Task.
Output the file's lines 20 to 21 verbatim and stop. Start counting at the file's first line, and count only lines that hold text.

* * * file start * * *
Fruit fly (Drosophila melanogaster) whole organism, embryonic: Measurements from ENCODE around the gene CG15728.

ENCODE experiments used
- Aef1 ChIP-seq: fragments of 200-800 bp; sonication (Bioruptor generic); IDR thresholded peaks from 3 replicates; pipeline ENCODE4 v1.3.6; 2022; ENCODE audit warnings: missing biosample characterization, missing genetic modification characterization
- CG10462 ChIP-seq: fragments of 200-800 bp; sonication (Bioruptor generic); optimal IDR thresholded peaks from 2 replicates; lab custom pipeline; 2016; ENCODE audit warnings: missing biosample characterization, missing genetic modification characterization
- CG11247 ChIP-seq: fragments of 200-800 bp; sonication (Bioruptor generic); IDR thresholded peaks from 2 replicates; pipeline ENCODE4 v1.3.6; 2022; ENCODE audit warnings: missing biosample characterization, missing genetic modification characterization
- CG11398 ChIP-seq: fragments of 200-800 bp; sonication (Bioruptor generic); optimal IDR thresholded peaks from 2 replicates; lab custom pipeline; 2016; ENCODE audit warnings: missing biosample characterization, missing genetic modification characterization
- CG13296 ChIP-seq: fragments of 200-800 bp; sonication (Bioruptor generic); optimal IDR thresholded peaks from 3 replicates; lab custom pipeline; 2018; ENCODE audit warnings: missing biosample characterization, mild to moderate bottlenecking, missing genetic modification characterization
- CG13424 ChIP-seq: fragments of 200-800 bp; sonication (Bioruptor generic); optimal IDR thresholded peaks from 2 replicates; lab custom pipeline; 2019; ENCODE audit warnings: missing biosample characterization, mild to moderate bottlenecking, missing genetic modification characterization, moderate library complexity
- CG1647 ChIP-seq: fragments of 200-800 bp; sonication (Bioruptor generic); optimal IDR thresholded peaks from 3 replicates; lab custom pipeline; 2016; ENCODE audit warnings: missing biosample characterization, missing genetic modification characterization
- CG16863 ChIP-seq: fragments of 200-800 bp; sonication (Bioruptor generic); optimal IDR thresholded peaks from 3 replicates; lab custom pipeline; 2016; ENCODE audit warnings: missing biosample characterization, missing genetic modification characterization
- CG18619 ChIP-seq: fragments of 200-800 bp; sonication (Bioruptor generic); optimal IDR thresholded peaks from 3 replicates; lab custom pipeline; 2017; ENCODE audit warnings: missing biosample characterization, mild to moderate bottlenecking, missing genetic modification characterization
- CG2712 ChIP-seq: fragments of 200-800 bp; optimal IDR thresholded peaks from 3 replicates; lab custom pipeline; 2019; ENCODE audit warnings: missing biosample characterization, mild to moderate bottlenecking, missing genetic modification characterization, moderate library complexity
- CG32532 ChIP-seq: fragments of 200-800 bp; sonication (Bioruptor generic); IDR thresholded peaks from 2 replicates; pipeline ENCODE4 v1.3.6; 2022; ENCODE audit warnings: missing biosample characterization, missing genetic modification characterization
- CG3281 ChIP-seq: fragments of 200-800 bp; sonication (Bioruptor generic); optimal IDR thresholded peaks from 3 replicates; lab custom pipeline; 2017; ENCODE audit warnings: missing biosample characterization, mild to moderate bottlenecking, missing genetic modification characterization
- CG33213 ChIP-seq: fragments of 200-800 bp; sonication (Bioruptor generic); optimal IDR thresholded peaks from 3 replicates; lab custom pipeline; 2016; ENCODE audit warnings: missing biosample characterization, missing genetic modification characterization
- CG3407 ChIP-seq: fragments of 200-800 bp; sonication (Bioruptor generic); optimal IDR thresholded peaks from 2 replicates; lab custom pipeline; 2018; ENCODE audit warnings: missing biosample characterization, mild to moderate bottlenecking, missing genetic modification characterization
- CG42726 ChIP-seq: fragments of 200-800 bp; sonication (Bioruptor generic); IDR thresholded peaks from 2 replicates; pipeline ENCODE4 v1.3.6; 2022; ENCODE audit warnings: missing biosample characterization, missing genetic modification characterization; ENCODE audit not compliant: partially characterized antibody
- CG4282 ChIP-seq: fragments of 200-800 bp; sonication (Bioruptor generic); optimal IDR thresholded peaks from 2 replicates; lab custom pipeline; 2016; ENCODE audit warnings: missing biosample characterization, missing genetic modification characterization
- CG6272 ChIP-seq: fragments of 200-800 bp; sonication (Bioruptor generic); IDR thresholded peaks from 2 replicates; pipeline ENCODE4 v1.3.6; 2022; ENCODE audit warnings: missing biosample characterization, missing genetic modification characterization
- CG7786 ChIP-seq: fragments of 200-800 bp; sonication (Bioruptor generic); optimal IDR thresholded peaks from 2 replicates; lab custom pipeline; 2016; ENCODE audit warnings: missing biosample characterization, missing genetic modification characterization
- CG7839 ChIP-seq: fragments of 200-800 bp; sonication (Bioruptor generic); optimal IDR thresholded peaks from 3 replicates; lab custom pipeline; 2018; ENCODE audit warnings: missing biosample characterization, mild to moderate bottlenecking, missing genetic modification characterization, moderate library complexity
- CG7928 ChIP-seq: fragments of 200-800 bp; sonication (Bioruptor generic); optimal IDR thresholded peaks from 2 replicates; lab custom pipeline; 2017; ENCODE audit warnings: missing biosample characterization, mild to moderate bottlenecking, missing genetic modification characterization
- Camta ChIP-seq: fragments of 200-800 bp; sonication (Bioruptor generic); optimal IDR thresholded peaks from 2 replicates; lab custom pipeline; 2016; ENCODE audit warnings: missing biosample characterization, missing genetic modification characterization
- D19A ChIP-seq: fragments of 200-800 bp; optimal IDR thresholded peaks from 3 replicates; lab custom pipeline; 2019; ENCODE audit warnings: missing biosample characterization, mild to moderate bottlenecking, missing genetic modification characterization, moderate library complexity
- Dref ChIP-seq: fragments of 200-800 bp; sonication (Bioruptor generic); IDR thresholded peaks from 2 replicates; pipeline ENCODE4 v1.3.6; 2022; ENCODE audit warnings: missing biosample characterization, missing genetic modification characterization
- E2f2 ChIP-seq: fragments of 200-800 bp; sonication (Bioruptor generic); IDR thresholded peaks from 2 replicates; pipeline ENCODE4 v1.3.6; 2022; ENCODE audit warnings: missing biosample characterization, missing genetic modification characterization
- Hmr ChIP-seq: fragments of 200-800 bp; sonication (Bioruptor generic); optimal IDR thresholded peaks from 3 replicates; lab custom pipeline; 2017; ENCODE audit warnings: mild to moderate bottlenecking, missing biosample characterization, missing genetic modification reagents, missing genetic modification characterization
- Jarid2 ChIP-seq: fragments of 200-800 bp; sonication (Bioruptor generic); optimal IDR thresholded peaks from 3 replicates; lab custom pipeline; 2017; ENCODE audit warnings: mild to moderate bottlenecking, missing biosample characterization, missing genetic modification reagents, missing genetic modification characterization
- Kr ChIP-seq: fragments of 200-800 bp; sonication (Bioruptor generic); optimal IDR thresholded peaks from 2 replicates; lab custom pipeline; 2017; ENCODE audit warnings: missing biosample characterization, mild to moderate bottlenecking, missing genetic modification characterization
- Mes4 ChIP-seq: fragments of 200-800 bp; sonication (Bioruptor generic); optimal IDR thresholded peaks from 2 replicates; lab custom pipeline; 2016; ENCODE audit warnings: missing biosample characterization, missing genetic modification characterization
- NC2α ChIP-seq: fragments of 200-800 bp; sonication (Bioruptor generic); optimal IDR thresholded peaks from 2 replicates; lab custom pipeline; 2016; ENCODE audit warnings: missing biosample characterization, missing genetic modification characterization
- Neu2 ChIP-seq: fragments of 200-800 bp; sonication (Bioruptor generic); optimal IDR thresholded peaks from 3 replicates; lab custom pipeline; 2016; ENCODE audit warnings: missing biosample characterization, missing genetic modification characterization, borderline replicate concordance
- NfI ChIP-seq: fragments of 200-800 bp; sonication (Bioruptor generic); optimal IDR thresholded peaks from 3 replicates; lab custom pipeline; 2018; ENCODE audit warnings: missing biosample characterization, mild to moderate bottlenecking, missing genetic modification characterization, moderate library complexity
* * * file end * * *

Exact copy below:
- CG7786 ChIP-seq: fragments of 200-800 bp; sonication (Bioruptor generic); optimal IDR thresholded peaks from 2 replicates; lab custom pipeline; 2016; ENCODE audit warnings: missing biosample characterization, missing genetic modification characterization
- CG7839 ChIP-seq: fragments of 200-800 bp; sonication (Bioruptor generic); optimal IDR thresholded peaks from 3 replicates; lab custom pipeline; 2018; ENCODE audit warnings: missing biosample characterization, mild to moderate bottlenecking, missing genetic modification characterization, moderate library complexity